Wednesday, October 3, 2012

Having Fun With Behaviour Trees

Hey Readers,

The last two weeks I've been working on resource management and progressing on the job system.

Job System

My initial plan for the job system is essentially that every job has a set of abilities. These abilities can be learned by having that job assigned. The user can issue requests which need to be executed but not directly use the abilities. I iterate over all the character looking for a character that has an ability which can execute the request. Initially I implemented the abilities as a chain of actions. This worked good for my basic needs, my first ability being a build item ability, which consisted of an action chain with a move action and a build item action. This worked but then I started looking at resource management( like using resources to build something, not like in game assets ) and quickly realized that my simple chain of actions was not going to get the job done.

Behaviour Trees

What I decided to do was to make each ability it's own Behaviour Tree. This way I can define very detailed behaviour for how each ability will work. For example my initial flow for the build ability is:
  • Check to see if character is holding construction resource
  • If they are
    • Check to see if character is in range of the item to build
    • If they are
      • Start using resources to build item
    • If they aren't
      • Move towards build area
  • If they aren't
    • Check to see if resources available on map
    • If there is
      • Check to see if character is in range of resource
      • If they are
        • Pick up as much resources as character can carry
      • If they aren't
        • Move towards closest resource pile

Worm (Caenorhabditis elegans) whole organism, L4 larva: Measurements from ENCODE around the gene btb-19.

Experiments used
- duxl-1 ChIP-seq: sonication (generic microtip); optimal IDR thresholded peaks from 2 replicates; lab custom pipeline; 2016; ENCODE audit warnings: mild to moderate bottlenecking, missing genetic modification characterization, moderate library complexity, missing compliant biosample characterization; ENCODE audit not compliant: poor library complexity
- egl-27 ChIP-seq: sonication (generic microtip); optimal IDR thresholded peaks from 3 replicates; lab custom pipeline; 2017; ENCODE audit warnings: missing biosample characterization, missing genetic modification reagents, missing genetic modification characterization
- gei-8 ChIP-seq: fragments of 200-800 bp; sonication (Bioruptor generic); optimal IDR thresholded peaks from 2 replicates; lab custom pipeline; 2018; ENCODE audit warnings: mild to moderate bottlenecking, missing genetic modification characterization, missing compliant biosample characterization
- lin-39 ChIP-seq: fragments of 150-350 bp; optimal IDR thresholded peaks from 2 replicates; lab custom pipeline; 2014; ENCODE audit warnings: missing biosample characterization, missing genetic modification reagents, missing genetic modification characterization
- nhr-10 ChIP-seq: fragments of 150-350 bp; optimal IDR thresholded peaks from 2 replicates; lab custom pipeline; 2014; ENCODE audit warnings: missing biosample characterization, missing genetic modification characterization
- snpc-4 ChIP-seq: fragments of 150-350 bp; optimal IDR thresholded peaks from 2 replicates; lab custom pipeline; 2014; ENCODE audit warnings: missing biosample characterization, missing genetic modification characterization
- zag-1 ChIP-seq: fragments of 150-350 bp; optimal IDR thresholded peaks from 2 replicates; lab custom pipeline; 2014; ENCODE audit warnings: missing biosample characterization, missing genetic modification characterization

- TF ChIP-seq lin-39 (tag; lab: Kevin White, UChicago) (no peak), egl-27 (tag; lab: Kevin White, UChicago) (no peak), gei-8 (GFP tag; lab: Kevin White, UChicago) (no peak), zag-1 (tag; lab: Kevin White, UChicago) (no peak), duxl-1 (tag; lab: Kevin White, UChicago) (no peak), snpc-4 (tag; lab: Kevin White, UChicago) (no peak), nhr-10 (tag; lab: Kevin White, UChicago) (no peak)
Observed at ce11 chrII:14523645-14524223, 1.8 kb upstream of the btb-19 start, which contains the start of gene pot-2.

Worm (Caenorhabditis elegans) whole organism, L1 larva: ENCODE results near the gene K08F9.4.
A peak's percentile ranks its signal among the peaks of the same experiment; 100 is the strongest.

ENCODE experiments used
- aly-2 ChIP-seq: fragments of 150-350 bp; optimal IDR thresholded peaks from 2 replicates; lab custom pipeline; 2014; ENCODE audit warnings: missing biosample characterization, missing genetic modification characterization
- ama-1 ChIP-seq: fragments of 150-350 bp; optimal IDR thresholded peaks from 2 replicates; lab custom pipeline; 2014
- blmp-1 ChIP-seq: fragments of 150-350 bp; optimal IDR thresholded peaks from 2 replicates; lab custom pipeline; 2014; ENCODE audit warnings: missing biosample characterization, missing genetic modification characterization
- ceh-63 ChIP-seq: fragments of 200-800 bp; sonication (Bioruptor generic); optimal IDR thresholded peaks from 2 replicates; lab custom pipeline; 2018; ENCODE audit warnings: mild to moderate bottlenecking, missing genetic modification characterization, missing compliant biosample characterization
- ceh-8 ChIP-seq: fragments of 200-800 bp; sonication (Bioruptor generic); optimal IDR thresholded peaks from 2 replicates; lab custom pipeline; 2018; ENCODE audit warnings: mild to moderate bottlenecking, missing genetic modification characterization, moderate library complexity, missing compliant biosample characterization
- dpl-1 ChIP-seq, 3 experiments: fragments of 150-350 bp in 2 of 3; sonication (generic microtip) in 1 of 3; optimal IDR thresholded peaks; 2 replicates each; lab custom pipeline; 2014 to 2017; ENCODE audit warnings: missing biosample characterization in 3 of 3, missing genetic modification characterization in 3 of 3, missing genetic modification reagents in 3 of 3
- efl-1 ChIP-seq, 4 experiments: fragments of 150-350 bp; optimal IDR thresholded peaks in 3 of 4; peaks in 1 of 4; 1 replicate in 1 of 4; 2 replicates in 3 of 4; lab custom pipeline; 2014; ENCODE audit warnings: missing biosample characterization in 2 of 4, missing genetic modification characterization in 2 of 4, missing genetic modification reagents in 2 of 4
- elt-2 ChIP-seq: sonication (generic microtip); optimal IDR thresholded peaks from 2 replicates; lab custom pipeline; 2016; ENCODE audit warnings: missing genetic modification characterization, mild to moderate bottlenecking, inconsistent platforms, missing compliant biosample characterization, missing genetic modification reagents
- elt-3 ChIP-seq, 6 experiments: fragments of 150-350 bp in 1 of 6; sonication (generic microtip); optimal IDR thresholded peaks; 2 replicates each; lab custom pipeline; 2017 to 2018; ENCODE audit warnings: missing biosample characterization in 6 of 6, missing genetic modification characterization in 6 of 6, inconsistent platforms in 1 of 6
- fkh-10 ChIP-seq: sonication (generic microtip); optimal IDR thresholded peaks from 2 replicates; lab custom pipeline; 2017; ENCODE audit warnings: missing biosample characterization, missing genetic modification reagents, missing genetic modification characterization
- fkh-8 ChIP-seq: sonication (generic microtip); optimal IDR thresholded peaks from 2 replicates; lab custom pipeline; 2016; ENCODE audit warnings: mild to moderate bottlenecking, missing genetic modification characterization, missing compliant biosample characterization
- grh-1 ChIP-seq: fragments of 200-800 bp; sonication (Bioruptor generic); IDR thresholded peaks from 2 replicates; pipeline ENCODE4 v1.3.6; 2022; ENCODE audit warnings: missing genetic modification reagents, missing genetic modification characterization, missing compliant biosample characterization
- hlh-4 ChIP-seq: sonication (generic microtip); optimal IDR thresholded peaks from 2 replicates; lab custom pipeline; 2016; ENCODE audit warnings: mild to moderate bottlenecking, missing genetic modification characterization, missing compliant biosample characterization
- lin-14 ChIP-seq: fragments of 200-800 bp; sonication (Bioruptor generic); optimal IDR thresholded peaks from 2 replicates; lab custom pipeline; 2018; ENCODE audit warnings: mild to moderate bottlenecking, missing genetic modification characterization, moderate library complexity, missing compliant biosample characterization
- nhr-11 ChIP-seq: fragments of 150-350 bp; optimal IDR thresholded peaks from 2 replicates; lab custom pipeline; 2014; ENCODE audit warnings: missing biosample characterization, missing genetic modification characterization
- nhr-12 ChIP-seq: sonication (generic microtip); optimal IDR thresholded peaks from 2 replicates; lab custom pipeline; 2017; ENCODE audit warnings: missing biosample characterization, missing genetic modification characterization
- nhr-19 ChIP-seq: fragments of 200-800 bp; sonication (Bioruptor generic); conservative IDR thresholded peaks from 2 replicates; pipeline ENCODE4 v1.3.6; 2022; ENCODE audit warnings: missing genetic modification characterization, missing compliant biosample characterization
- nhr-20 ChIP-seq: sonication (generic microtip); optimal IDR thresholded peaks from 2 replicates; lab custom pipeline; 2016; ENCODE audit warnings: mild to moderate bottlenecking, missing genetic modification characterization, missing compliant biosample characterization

• If there isn't
      • Fail out job can't be completed right now.

If the job can't be completed it's unbound from the character ability and returned to the bottom of the command queue.

Actions and Decisions

The way I've gone about implementing this is to set up two templated classes, Action and Decision. They both take a templated type which has the implementation for that type of action or decision. Decisions are designed to be the logic which decides which path to take in the tree.  Actions are designed to be small pieces of logic which are at the end of a chain of decisions. This is all then linked together with fast delegates. Every decision has a pass, and a fail delegate. Decisions and actions then have a function for get a delegate instance which can be hooked into the pass or the fail.


These behaviour trees are then assigned to an ability. Currently the only implemented ability is the build ability. The idea is that every job has a number of abilities that can be used by the character that has that job equipped. For example the build ability is a part of the Handyman job. The user doesn't actually control these abilities. What they do is generate a request, so
  • The user chooses a tile they want to build.
  • They generate a build request. This request goes into a global request queue that the     characters have access to.
  • On the character update if they aren't already fulfilling a request they will check the request     queue and see if any of their abilities can be used to perform a request.
  • If an ability can be used, that ability is bound to the request and the character can start     performing the request.
  • When the request is completed or can no longer be executed the ability is unbound and the     request is deleted.
I have a video demoing the evaluation of the build ability. The blue tiles are spots where I've laid down a build request and the crate in the corner is a resource crate that contains some construction resources.

Apologies for the frame rate. I recorded it on my mobile dev machine, a Toshiba Netbook, so the recording software taxed the system a bit.

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